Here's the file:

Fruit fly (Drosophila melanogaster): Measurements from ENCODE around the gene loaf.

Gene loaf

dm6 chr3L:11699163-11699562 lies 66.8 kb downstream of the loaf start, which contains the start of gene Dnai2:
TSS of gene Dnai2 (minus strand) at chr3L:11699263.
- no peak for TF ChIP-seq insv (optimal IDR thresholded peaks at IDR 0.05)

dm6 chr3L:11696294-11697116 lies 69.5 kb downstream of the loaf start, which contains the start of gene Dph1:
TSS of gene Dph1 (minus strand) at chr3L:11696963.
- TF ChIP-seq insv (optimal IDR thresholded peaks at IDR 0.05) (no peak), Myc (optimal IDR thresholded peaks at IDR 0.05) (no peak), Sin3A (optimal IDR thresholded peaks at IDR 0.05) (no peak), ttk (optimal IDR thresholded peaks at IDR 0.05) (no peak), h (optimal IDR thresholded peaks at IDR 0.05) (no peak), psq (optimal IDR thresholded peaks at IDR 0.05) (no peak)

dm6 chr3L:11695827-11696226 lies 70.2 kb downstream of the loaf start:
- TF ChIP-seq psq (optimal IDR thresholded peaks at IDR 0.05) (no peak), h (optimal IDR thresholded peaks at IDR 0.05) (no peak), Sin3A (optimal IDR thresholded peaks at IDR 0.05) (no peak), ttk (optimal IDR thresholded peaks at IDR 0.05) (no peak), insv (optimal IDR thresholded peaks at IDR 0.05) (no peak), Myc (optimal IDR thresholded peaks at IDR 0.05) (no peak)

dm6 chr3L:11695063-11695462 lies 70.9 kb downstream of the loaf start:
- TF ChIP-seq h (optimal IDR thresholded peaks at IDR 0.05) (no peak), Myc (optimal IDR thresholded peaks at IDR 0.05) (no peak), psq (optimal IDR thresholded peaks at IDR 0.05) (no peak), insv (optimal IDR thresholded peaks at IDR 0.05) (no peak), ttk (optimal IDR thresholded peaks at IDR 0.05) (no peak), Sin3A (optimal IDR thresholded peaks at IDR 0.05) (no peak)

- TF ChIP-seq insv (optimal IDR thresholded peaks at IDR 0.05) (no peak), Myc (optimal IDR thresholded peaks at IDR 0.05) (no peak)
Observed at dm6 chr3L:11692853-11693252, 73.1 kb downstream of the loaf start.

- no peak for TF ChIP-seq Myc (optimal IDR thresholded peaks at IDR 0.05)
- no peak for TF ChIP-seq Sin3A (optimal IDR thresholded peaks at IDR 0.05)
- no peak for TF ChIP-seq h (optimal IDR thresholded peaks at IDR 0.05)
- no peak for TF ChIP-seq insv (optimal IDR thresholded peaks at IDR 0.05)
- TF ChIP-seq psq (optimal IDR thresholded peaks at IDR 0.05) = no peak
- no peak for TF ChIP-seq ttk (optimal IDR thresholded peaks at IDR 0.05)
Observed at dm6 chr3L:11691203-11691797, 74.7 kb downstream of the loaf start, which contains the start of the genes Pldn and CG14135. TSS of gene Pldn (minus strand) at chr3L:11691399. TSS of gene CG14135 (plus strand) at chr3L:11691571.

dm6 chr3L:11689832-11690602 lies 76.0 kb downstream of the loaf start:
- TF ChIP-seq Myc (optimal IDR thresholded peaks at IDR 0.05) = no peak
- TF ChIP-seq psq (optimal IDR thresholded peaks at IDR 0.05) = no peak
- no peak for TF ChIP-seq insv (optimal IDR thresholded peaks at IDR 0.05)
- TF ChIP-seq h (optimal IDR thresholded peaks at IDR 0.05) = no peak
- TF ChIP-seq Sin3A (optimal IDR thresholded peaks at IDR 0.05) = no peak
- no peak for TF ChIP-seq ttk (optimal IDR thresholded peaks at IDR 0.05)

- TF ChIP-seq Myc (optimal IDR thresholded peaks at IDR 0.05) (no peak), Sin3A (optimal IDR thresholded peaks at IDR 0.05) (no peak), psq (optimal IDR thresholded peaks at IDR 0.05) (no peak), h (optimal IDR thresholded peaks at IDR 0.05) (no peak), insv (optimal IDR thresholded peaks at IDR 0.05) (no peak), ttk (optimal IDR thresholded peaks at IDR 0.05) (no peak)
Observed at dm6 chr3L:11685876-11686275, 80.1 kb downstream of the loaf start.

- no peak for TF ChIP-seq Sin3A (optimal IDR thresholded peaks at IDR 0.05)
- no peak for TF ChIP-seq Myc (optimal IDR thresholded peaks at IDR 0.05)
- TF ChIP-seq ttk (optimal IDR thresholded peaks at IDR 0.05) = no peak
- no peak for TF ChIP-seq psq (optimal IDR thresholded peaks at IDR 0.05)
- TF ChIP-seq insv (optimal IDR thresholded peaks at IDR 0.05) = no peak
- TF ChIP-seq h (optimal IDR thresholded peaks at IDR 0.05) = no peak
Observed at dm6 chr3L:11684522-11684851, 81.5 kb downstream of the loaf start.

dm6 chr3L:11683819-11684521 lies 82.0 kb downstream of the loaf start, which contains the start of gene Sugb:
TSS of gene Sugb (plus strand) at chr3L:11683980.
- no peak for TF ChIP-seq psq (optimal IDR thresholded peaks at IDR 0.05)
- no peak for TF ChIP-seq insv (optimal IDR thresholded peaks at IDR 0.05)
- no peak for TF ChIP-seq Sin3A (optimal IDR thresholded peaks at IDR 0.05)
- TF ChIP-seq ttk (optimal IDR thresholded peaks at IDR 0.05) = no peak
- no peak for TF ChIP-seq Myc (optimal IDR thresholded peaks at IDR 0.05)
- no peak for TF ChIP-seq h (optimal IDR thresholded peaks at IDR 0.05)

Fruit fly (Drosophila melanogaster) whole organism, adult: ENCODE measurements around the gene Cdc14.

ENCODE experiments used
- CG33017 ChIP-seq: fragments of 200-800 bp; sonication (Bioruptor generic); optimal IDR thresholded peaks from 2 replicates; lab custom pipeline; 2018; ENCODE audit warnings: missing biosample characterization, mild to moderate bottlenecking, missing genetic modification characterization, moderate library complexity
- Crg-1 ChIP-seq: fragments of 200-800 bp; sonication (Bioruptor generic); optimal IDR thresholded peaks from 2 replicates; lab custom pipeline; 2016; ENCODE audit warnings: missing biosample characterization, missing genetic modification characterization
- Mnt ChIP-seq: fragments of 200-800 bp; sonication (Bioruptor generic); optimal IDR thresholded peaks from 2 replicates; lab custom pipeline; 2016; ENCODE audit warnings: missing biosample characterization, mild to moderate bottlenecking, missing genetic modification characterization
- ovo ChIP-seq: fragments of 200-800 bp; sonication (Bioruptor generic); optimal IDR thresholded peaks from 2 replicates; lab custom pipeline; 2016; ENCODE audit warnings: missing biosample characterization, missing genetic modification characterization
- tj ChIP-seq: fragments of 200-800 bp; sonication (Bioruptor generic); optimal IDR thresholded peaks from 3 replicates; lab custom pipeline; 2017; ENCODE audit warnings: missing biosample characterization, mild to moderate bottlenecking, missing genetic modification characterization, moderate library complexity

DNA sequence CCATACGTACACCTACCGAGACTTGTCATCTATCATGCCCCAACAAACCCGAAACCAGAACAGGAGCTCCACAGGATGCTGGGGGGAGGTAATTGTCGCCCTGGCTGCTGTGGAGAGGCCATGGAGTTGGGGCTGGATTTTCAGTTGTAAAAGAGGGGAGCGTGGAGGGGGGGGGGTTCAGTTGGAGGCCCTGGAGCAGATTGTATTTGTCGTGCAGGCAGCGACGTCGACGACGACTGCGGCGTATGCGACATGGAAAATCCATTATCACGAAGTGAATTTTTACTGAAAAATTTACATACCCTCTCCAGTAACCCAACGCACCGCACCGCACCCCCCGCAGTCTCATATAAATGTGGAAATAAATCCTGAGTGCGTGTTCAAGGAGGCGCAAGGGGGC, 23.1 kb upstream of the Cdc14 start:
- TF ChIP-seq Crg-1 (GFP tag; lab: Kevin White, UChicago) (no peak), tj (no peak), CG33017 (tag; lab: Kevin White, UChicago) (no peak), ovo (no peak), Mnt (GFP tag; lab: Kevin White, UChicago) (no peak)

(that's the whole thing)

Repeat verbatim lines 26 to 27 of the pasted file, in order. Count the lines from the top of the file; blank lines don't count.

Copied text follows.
- TF ChIP-seq h (optimal IDR thresholded peaks at IDR 0.05) = no peak
- TF ChIP-seq Sin3A (optimal IDR thresholded peaks at IDR 0.05) = no peak